Those could include restricting the ability to leave or return to Australia, and access to consular services overseas, as well as access to welfare payments. (Hmmmnnn)
We will also clamp down on those organisations that incite religious or racial hatred.(Including Zionists?)
No-one should make excuses for Islam-ist fanatics in the Middle East or their imitators here in Australia. (Make excuses, or do you really mean ‘actively support violent jihad’… this is sounding like the BBC panel attack on George Galloway)
For a long time, successive governments have been concerned about organisations that breed hatred, and sometimes incite violence. (I’m tired of this, role of government rant)
Organisations and individuals blatantly spreading discord and division – such as Hizb ut-Tahrir – should not do so with impunity.
Today, I can confirm that the government will be taking action against hate preachers.
This includes enforcing our strengthened terrorism advocacy laws.
It includes new programmes to challenge terrorist propaganda and to provide alternative online material based on Australian values.
And it will include stronger prohibitions on vilifying, intimidating or inciting hatred.
These changes should empower community members to directly challenge terrorist propaganda.
I’ve often heard Western leaders describe Islam as a ‘religion of peace’.
I wish more Muslim leaders would say that more often, and mean it.
I have often cited Prime Minister Najib of Malaysia, who has described the Islamist death cult as ‘against God, against Islam and against our common humanity’.
In January, President al Sisi told the imams at Egypt’s al Azhar university that Islam needed a ‘religious revolution’ to sweep away centuries of false thinking. (Let’s not tbring Al Sisi into this, Pleeeese)
Everybody, including Muslim community leaders, needs to speak up clearly because, no matter what the grievance, violence against innocents must surely be a blasphemy against all religion.
I can’t promise that terrorist atrocities won’t ever again take place on Australian soil.
But let me give you this assurance:
My government will never underestimate the threat.
We will make the difficult decisions that must be taken to keep you and your family safe.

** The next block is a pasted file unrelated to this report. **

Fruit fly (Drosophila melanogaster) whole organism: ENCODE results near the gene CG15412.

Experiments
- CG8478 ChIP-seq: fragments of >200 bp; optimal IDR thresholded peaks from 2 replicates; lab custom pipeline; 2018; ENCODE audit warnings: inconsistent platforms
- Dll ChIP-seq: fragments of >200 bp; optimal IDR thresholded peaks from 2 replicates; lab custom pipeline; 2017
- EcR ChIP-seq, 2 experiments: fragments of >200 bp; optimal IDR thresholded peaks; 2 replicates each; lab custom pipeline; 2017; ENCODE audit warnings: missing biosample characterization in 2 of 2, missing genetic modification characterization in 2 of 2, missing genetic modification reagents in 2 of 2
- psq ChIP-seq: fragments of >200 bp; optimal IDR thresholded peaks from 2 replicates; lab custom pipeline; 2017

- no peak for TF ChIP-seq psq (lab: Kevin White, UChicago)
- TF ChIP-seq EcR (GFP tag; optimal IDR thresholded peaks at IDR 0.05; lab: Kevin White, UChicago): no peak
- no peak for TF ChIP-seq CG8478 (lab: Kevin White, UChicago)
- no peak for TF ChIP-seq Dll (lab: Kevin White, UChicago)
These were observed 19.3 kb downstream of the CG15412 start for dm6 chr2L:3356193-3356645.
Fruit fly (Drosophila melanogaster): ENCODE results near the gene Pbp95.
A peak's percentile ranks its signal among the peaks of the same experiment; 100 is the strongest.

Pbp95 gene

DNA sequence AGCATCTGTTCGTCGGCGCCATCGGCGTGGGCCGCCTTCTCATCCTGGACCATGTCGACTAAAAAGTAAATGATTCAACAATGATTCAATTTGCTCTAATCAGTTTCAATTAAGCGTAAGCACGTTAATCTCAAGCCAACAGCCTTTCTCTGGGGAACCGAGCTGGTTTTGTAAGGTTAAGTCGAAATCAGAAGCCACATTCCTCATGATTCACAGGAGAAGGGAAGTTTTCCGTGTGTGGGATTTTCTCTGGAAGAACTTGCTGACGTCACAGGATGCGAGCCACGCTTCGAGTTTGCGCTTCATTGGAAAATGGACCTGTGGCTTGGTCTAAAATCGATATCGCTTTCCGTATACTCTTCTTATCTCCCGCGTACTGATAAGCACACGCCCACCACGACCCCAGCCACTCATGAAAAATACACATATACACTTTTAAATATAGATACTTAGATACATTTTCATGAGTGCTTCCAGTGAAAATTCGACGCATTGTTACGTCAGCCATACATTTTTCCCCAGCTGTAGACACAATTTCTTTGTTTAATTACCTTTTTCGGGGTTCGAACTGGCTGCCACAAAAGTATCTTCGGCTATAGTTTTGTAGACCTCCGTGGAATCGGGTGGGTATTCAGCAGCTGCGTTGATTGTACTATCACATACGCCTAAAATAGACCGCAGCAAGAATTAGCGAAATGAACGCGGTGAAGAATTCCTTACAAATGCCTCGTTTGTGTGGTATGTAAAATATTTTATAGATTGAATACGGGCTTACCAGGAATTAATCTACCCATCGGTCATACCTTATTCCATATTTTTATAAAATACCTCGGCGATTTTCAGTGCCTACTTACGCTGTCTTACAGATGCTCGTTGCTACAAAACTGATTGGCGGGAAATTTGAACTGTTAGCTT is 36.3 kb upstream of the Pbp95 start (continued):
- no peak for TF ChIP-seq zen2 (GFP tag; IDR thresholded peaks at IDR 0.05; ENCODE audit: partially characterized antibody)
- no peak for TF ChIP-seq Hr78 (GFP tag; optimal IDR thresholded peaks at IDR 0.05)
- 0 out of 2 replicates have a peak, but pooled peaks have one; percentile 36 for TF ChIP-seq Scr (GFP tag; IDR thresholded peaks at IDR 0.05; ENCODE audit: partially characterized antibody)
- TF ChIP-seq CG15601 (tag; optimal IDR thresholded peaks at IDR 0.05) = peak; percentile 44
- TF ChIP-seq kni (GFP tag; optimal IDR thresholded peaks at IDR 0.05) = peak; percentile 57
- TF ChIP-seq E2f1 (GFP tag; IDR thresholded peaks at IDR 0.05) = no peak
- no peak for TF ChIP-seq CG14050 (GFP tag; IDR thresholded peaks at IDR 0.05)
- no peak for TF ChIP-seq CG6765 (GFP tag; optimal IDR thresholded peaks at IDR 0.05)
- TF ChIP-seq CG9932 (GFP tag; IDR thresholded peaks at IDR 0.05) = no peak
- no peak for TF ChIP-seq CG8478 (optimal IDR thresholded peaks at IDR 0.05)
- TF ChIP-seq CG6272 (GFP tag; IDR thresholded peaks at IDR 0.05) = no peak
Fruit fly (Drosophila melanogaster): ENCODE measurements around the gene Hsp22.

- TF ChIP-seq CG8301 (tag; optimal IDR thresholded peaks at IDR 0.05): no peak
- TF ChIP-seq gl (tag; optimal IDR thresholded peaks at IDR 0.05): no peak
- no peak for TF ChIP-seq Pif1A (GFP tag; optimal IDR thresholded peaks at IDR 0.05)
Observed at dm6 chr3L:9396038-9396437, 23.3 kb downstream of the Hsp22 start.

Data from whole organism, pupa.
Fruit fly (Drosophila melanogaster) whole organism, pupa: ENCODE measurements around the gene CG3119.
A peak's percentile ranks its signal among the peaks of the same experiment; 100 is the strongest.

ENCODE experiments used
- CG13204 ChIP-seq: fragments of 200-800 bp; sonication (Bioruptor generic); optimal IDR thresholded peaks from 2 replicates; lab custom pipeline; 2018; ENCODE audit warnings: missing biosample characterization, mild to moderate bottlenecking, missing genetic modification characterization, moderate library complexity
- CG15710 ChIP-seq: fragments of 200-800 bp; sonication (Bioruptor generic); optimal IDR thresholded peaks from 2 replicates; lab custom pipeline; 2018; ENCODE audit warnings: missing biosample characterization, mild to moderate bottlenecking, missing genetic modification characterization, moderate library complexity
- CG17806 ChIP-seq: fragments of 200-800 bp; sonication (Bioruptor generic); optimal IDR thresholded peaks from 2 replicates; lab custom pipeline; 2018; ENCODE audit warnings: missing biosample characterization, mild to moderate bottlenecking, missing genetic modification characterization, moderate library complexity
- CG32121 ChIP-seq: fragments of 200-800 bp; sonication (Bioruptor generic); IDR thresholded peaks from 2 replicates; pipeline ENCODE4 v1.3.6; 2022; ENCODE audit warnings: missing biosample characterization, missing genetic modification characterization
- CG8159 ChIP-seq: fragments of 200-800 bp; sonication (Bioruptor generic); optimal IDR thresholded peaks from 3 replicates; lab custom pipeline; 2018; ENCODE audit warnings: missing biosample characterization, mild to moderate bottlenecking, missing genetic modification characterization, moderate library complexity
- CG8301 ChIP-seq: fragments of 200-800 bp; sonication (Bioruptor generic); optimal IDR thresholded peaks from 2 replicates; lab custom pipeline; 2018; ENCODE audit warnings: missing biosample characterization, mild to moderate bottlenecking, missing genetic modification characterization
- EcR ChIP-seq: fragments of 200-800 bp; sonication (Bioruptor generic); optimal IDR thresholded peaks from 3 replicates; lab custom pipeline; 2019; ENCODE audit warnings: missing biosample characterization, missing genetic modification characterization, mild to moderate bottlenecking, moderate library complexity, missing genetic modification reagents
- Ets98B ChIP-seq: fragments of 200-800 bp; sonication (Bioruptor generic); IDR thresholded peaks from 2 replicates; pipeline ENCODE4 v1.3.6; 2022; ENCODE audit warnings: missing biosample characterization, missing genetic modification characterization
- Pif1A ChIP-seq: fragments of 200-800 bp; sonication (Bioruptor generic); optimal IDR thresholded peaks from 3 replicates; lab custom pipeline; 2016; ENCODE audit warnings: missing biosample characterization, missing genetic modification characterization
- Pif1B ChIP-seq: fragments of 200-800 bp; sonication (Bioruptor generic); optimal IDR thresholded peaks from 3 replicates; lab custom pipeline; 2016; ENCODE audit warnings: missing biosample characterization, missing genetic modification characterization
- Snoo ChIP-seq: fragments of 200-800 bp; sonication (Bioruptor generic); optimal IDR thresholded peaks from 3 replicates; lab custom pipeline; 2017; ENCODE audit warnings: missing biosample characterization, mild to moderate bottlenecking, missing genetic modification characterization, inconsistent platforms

We have the best national security agencies and the best police forces in the world.
Our agencies are working together. (No they’re not, I have that on good advice and personal knowledge, integrated activities and communcations between agencies is not part of the policy implementation of the ATLaw and the Departments involved are not actively sharing intel, this means risk problems and problems for innocents caught in the crosshairs)
All levels of government are working together.
We are doing our duty.
That is what you have a right to expect – and to demand of me and of us.
Well thankfully that’s finished. I’ll let Simon Springer have the final word. His paper (link above) is really worth a read.
‘Neoliberalising violence’ signiﬁes the increasingly fantastic character of violence as our political imaginaries knowingly and unknowingly come to embrace the anomie and social disarticulation of neoliberalism’s dystopia of individualism. Within neoliberalism’s imaginative geographies of a global village, what is not spoken is the desire for a particular homogeneity, an impulse to remake the ‘Other’ in ‘our’ image, whereby the space of ‘the peculiar’, ‘the exotic’, ‘the bizarre’ is continually (re)pro-duced through the relation of the ban. As an ascendantform of sovereignty that attempts to (re)constitute classpower (Harvey 2005) and maintain hegemony through the production of a series of ongoing crises or ‘shocks’ used to pry national economies open to global markets (Klein 2007), neoliberalism exaggerates the abandonment that calls the state of exception into being. To Agamben (2005), the state of exception relies on conditions of crises, wherein individual rights may be diminished,superseded and rejected in the process of extending existing governmental power structures. Insofar as neo-liberalism isapraxis of socio-spatial transformation that proceeds as both a quantitative destruction and discreditation entailing the ‘roll-back’ of certain state functions,and a qualitative construction and consolidation, which sees the ‘roll-out’ of reconﬁgured economic management systems and an invasive social agenda centred on urban order, surveillance and policing, the very logic behind neoliberalism’s exigent modalities melds with the state of exception. Indeed, the state of exception ‘marks a thresh-old at which logic and praxis blur with each other and a pure violence’ is realised (Agamben 2005, 40).
My emphasis, couldn’t have said it better thanks Simon!